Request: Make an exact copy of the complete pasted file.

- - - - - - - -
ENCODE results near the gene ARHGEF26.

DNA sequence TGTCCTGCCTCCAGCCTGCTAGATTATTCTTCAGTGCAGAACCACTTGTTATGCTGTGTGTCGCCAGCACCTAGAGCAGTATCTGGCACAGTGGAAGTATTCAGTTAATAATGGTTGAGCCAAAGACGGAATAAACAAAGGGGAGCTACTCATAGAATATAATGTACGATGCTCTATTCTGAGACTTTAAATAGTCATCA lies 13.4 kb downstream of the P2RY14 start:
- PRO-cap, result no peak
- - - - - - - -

ENCODE results near the gene ARHGEF26.

DNA sequence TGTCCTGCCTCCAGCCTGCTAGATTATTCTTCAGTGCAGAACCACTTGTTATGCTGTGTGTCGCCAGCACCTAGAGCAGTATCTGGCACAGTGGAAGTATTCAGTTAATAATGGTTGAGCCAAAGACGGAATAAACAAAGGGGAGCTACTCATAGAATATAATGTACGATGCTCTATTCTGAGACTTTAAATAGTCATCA lies 13.4 kb downstream of the P2RY14 start:
- PRO-cap, result no peak